There are lots of things to organise when you move into a rental property aside from a removal van. To help you get your head round the things you need to sort out and the information your landlord should provide you with, we've compiled a checklist.
We've all heard stories of landlords running off with a tenant's deposit. Now it's law that landlords place your deposit in a government-backed tenancy deposit scheme within 30 days of receiving it. They should tell you where it's been placed and send you a certificate as proof. When you leave the property, if there's a dispute between you and the landlord, your deposit will be kept in the scheme until you reach agreement.
An inventory lists items, such as furnishings and electrical goods, in a rental property and the condition it's in when you move in. It's wise to ensure you have one as it can be used as evidence if there's any dispute over your deposit. If your landlord doesn't organise one, you can use Shelter's Housemate iPhone app or inventory template to put one together.
Gas safety certificate
Worried about the safety of the gas appliances in the place you're renting? Before you move in your landlord must give you the latest gas safety certificate for the property. Each year they need to arrange for a Gas Safe registered engineer to check all gas appliances and flues and issue a gas safety certificate. For extra safety you may want to ask for a carbon monoxide alarm to be installed. It's required if there's a solid fuel burning appliance such as a log burner or open fire.
Hopefully your landlord's not furnishing the place you're renting with old, saggy sofas in the living room and stained, lumpy mattresses in the bedrooms. You should check whether any flammable items like these have a fire safety label to show they meet fire safety regulations. If not, you should ask the landlord to replace them.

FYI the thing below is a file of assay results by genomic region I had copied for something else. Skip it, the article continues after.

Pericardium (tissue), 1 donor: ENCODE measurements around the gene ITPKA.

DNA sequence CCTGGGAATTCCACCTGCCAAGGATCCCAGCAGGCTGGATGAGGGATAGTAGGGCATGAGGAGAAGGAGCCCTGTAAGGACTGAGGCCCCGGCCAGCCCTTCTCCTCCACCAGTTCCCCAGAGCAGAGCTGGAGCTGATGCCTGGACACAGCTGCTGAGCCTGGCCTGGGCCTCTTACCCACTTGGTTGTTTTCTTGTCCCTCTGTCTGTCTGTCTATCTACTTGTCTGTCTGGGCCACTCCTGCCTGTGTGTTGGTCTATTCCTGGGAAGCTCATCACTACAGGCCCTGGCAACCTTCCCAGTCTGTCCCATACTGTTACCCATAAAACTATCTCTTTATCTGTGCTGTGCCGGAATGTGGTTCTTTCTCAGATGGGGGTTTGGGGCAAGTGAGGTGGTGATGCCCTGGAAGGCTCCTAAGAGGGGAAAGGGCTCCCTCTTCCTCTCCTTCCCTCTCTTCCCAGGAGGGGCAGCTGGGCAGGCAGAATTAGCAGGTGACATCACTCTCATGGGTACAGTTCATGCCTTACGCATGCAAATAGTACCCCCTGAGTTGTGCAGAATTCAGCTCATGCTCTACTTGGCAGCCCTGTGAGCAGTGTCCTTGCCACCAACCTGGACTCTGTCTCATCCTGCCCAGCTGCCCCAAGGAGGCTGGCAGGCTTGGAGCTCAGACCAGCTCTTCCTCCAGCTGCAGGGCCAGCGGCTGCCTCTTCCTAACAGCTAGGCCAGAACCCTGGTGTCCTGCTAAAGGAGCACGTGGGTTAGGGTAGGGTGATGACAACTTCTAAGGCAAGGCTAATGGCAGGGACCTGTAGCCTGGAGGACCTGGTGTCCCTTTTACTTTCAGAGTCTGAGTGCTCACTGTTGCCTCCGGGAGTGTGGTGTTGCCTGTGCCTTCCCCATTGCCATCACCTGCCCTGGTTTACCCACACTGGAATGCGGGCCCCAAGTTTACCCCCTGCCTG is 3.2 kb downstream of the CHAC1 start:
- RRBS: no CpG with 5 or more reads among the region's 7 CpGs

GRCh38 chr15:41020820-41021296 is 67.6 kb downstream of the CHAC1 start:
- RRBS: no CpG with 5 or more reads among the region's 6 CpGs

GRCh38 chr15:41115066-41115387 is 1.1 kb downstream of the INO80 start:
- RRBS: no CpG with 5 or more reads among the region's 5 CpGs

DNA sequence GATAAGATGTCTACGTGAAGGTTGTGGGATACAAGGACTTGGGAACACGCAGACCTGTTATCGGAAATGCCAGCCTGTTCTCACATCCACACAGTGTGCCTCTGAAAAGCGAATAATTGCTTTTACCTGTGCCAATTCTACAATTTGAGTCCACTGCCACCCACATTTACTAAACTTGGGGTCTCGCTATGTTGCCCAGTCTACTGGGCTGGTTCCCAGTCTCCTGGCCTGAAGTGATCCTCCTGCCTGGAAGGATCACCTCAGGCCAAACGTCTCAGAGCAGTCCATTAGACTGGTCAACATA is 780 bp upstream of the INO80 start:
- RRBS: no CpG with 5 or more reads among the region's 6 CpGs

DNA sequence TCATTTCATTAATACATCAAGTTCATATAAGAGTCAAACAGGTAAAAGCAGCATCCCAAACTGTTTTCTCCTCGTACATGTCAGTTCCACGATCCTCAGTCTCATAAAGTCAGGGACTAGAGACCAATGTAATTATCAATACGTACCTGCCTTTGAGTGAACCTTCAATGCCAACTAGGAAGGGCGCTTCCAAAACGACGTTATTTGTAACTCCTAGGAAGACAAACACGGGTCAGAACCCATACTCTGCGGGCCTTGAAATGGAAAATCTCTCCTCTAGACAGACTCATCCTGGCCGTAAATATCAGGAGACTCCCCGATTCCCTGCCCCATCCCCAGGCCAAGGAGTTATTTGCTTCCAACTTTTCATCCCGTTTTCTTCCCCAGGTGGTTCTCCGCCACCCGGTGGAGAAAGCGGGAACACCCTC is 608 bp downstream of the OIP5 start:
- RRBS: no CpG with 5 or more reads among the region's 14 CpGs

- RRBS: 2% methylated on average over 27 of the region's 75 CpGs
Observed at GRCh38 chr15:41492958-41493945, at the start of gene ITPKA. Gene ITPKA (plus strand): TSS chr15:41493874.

The property should by law have a fire alarm on every floor. You should test it's working when you move in and on a regular basis thereafter.
To ensure you don't miss paying your rent on time, you can set up a direct debit. This way you'll never be late with your payments.
Some lettings agents and landlords now share your rental payment history with credit reference agencies, so if you're late with payments it could affect your credit score. If they're going to do this, there will be a clause about it in your tenancy agreement.
You need a TV licence if you watch or record programmes being shown live on TV or online. You may have one from your previous rental property you can change over to your new address or you can apply for one at http://www.tvlicensing.co.uk.
When you move to somewhere new, you need to let your local council know so they can work out the amount of Council Tax you need to pay. The amount you'll pay will depend on the Council Tax band of the property and the local authority.
If you want to protect your possessions against accidental damage, fire or theft, you need contents insurance. The cost of cover will depend on the value of the belongings you have in the rental property. You won't need buildings insurance as this will be organised by your landlord.
Registering to vote
It's important you register to vote at your new address as credit reference agencies take your address details from the electoral roll. When you apply for credit, lenders verify your address against the one displayed on your file. If your address isn't up-to-date it could make it more difficult for you to get credit.
When you move in, it's important you locate where the gas and electricity meters are. You'll need to give the meter readings to your energy supplier so you're only charged for what you use. Don't rely on the estimates they provide.
Mail redirection and address updates
To ensure your post doesn't go astray, it's a good idea to pay for your mail to redirected by Royal Mail. This will help to protect you against identity theft and ensure you receive any bills you need to pay. As soon as you can, you should also notify all your contacts, such as your bank and DVLA for your driving licence.
Stopcock and fuse box
The stopcock and fuse box are the two things you need to know the location of. It can be very stressful if you find yourself in a situation where a pipe bursts and you don't know how to turn off the water or a fuse blows and the lights go off.
Emergency contact details
If something goes wrong, you need to know who to call. This will either be the landlord or a company managing the property on behalf of the landlord.